I would never go so far as to describe Jeff and I as vegetarians,( although for some time we did rub elbows with that disciplined crew) but we do rarely eat meat, and it is the central feature of our home cooked meals only once in a blue moon. I cant take sides in the great 'to eat or not to eat' debate, I’m far too conflicted myself to offer up any solid arguments, but I do feel strongly that eating meat should never be taken lightly. If one chooses to partake, I think it should be done with thoughtfulness and appreciation. I hate the idea of disembodied chunks of meat moved from freezer to plate with the casualness and lack of regard that one usually reserves for processed snack food. Think before you eat. Take a moment to consider your place in the food chain and maybe feel a little gratitude for what you are receiving, that’s all I ask. I came across a poem a while ago that I wrote down on a sticky note and then promptly lost, but it went a little something like this:
‘When you kill a beast, say to it: as I take your life, so too shall a far greater hand one day take mine.’ In other words, always remember that whatever you take from the world must someday be returned. Now there’s a thought for Earth day.
I might add, that the less meat you eat, the easier it becomes to be thoughtful about it, for the occasional addition to your plate gains all the special excitement of a culinary event. Weds night was one of those events. After a carb heavy meal the night before (risotto) Jeff put in a request for something a little different. What the hell, I thought, why not go all out, why not make Carnitas?
I have made Carnitas at home before on the stovetop but I found the results to be a bit dry for my taste and the process rather time consuming. Likely this is mostly due to my inexperience with braising. Semi-vegetarians aren't usually the best cookers of meat, go figure :-P. Anyway, I had been thinking for some time about trying my hand at making Carnitas in my slow cooker, an appliance that is often banished to the back shelf but always yields amazing food when used, and decided that it was about time to give it a whirl.
Carnitas, or ‘little meats’ is a type of braised pork used in Mexican cuisine. Traditionally, the heavily marbled ‘Boston Butt’ cuts of pork are used for the dish, and never having seen this portion of the pig before, I wasn’t sure what to expect. Whole Foods didn’t feature Boston Butt in their meat case (oh how appropriate is that name!), but the butcher kindly brought the 2lbs that I asked for from the back. I was now the proud (and slightly squeamish) owner of a large roughly cylindrical hunk of pork, richly marbled, and covered in a thick layer of more fat.
When you make this dish, you must resist the urge to give in to lipid phobia and trim off all of the extra fat. That lovely white stuff is what will help give the dish it's wonderful moist texture. Don't be afraid, just close your eyes and think of England....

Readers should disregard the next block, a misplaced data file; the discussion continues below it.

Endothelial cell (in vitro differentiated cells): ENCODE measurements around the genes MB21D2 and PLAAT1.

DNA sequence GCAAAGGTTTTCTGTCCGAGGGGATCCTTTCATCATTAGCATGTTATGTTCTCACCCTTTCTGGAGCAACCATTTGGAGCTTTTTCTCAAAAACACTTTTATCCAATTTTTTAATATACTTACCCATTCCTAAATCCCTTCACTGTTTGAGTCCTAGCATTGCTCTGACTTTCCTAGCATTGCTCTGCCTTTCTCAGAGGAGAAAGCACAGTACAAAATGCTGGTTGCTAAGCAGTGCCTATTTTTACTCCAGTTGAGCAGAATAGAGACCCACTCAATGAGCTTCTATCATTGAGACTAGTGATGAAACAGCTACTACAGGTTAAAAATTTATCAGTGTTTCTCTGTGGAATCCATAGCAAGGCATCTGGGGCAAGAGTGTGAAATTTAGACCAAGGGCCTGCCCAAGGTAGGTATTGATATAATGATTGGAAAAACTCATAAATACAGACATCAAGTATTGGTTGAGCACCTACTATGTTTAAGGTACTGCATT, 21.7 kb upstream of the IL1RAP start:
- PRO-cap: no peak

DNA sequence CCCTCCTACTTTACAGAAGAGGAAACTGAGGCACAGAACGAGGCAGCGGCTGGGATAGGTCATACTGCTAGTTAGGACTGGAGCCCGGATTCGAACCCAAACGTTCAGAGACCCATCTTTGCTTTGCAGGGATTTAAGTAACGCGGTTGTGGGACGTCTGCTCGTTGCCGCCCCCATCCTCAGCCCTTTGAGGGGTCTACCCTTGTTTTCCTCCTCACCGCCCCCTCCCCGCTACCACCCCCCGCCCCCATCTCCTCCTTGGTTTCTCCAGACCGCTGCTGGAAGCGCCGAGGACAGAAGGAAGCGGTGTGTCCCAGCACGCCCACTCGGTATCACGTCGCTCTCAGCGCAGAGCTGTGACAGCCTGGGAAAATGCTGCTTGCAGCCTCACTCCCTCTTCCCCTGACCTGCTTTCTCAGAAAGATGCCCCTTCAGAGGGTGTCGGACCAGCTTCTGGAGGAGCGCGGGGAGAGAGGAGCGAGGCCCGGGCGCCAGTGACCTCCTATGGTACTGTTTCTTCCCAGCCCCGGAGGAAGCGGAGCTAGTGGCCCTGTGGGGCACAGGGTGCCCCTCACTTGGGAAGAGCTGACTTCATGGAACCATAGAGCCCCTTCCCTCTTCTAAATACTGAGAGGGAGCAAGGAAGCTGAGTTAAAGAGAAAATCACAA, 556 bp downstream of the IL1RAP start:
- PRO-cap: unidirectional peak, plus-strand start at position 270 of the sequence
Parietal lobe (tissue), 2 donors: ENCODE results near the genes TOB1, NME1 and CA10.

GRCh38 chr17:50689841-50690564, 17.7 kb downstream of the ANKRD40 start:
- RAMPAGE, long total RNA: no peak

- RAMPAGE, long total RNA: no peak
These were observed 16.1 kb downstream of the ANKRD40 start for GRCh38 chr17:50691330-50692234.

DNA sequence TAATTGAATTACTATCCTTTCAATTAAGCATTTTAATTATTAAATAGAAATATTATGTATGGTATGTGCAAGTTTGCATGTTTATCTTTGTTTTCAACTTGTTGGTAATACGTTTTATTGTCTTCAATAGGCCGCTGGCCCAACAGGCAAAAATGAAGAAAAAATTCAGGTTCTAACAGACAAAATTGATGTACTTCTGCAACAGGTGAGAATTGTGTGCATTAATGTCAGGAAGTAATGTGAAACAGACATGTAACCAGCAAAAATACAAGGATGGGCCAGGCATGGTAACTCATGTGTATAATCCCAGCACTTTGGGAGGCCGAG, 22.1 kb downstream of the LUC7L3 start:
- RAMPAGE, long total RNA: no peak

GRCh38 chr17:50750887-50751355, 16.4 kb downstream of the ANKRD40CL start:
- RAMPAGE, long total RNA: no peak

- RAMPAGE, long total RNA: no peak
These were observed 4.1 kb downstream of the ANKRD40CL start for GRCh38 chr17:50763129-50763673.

Cut the pork into 1-inch cubes and place in a bowl (or directly into the slow cooker). In another small bowl mix your seasonings. I used about 2tsp smoked paprika, 2tsp cumin, 2tsp smoked salt, 1tsp coriander, 1 1/2 tsp dried mexican oregano, and a couple pinches of dried ground chipotle pepper. You can add more to taste later if you like.
Transfer the pork to your slow cooker (if you haven't already). Quarter 1 onion, take the layers apart, and place on top of the meat.
Turn the slow cooker to low heat and forget about it for about 6hrs or until the meat is tender enough to shred.
Warm some corn tortillas in the oven, add the carnitas, guacamole, sour cream, and salsa, or whatever fixings you like, and dig in.
So how did it turn out? Oh dear god, I haven’t the words. The meat cooked down to a velvety softness and was literally drowning in its own rich liqueur of fat and spices. That, combined with the tartness of salsa, the creaminess of avocado and sour cream, and the mild roughness of the corn tortilla, created a sincornicity of flavor and texture that was beyond compare. My hands were literally shaking as I ate, no devoured, four portions one after the other. I lost all sense of self, I was no longer human, I was a gluttonous ravening beast, and I believe I made noises that were probably terribly inappropriate. I licked my fingers and then, dear readers, I gleefully and unashamedly licked the plate. If that isn’t a reason for cooking at home then I don’t know what is. Ah the joy of savoring every last morsel of a tasty dish without worrying about what the other diners might think….
If you attempt this dish at home, please make sure that you have turned the oven off and that there are no open flames in the house before you take your first bite. You may lose consciousness from sheer pleasure and I wouldn’t want your house to accidentally burn down during that blissful interval.
A side note; after Jeff and I had both gorged ourselves, there was about a cup of pork and liquid left, so I decided to use it in a makeshift soup the next night. I added about half a bag of frozen roasted corn from Trader Joe's, a 14oz can of crushed tomatoes, a 1/2 cup of water, and a couple more pinches of salt, then let it simmer for a bit. Top with some sour cream, dip in any leftover corn tortillas, and you have yourself another delicious meal. So yes, that 2lb piece of pork was well appreciated, and even if I cant feel entirely guiltless, I can at least say that I didn't take this pig for granted.....I also learned that I need to use my slow cooker more often!